How to Use Polite Expressions & Greetings
Greet people upon a first introduction by saying, "Nice to meet you," or, "It's good to meet you." In a more formal
setting such as a business meeting, use the other person's name in your greeting. For example, "Mr. Smith, it is a pleasure to meet you." Using a last name implies you are professional and shows respect to the other person. When greeting someone, offer to shake hands. If you are welcoming people into your home, greet them at the front door and use the expression, "Welcome to our home," as you stand aside to invite them in. You can also use, "So glad you could come," if you are more familiar with your guests. Use basic polite expressions and greetings at all times. A simple "please," "thank you" and "you're welcome" can get you politely through most social situations. When ordering a latte at a coffee shop, for example, use "please" as you place your order and thank the person who hands you your drink. When someone thanks you for a gift or gesture say, "You're welcome," or, "No problem. My pleasure." In more formal situations such as your work place you can thank a co-worker by saying, "I appreciate your assistance." The regular use of simple polite expressions will make your daily interactions more pleasant and leave people you encounter feeling respected and appreciated. Apologize using polite expressions such as, "I'm sorry, I can't do it." Or, "I apologize that I'm not able to meet you that day." Sincerity is important when apologizing. If you need to apologize for a particular incident during which you offended or hurt someone's feelings -- for example if you've had a fight with your spouse or a friend -- apologize in person so the other party can see as well as hear your sincerity. In these situations, use expressions such as "I'm really sorry for the way I treated you yesterday at dinner. I'd like to ask for your forgiveness." Be specific in what you are apologizing for and give the other person a chance to respond.
Tips & Warnings
Once you are comfortable with the basic greetings and polite expressions, incorporate your own style to the expressions. This will keep your polite expressions feeling sincere and personal to others. Just because you have decided to be polite does not mean others will extend the same courtesy. When you are confronted with rudeness, do not take it personally. Continue to be polite, if possible, to demonstrate how you would prefer the tone of the conversation to go.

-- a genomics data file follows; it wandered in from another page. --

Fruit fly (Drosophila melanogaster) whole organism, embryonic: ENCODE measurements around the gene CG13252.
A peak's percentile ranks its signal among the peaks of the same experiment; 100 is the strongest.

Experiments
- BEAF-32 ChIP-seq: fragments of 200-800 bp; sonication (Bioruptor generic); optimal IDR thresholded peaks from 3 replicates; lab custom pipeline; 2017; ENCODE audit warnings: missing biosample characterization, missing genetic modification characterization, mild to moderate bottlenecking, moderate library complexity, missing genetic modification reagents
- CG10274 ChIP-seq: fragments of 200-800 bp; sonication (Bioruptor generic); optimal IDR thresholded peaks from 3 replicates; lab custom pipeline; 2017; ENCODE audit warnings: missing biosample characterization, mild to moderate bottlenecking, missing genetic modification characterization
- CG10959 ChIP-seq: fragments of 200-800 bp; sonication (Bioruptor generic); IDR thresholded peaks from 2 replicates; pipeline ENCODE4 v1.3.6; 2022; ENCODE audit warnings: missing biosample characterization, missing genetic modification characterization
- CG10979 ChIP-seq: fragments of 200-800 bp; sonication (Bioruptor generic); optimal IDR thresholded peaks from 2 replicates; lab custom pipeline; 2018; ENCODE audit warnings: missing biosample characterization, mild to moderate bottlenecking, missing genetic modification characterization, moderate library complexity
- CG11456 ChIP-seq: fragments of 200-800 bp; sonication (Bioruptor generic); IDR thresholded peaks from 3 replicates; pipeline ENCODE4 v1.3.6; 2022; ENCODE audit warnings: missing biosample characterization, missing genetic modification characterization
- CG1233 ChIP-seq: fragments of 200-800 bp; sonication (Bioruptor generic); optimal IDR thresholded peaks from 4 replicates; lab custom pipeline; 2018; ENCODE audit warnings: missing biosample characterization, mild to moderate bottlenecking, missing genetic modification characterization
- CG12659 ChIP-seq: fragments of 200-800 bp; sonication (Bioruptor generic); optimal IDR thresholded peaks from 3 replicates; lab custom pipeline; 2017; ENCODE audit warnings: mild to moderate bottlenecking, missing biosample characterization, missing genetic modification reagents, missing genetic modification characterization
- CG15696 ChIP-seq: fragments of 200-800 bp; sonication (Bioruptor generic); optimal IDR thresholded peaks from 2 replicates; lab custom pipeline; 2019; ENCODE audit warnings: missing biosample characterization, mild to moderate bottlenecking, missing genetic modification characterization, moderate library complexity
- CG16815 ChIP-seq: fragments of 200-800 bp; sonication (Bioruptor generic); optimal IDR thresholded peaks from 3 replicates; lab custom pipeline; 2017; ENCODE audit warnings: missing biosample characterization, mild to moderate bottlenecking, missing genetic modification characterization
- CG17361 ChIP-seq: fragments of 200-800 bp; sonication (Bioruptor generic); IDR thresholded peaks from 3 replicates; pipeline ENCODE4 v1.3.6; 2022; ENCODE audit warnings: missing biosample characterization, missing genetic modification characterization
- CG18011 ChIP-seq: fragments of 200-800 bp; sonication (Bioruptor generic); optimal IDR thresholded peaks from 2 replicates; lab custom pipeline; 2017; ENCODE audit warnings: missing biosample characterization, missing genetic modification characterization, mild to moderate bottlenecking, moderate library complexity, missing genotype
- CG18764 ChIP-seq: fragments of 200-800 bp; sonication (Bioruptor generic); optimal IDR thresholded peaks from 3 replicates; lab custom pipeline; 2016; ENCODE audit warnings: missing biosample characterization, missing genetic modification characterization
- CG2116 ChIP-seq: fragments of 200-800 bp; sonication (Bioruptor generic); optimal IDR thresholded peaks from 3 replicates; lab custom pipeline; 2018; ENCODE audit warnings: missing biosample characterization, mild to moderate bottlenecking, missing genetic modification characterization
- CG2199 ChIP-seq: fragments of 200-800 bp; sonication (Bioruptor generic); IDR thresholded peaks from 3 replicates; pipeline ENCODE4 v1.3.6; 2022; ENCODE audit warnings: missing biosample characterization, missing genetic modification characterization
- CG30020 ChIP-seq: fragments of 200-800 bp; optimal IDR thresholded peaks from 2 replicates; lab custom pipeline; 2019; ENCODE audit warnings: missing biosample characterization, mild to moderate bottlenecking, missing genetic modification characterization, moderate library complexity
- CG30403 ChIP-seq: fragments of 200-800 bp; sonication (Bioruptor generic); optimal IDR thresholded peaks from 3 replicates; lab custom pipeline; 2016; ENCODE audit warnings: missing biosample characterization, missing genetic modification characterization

Common Greeting Phrases
There are several common phrases to use when greeting someone and all of them vary depending on both the time of day and the situation in which someone is being greeted. The variety in common greeting phrases stems from the use of both proper English language and slang words and phrases.
Common All Day Greetings
Commonly used greeting phrases are "Hello, how are you?" and "Hi, how are you?" A simple "Hello" or "Hi" are also used frequently instead of the entire phrase. If you are just meeting someone for the first time, it is common to say, "Hello, it is nice to meet you." If you haven't seen someone for a long time and are greeting him, it is common to say, "Hello, how have you been?"
Common Morning and Evening Greetings
If you are greeting someone before noon, a common phrase is "Good morning." A common greeting used after 12 p.m. is "Good afternoon." If you're greeting someone in the evening or at night, it is common to say "Good evening."
Common Slang Greetings
Over the years, many slang words and phrases have been used in place of proper English language greetings. Some commonly used slang greeting phrases are "Hey, there," "What's up?" and "How's it going'?" Words and phrases are also shortened by simply losing some of the words in the proper phrase. For example, "Night" by itself is sometimes used in place of "Good night." In the same sense, "Morning" is also sometimes used in place of "Good morning."
How to Set Up Standard Telephone Greetings
Answering a company phone with a standard telephone greeting shows professionalism and courtesy to clients. This may be the determining factor on whether customers will do business at your company. Everyone who answers the phone at the company should use the same greeting, making it standardized. Standard greetings should be concise and have a pleasant tone. A written telephone greeting should be kept on file for reference when new employees are hired.
Determine the message you want sent to your customers. The first contact with most organizations is through the telephone. As a manager or business owner, customers should think the organization they are contacting is professional and want to provide them with the best possible customer experience.
Decide on the information you want customers to hear when first calling your company. This can be the name of the person answering the phone or the name of the business. For example, "Hello this is (name), of company xyz," or, "Hello, company xyz customer service department. This is (name)." 3 Establish a question to be asked of the customer to elicit additional information. After the initial part of the greeting, the receiver may ask "How can I help you?" or, "How can I be of assistance today?" or, "Can I have your name or account number?" or, other questions eliciting information needed to provide assistance. 4 Practice the standard greeting out loud to decide if it sounds appropriate and makes sense.
Write down the standard telephone greeting to have on file for new employees.
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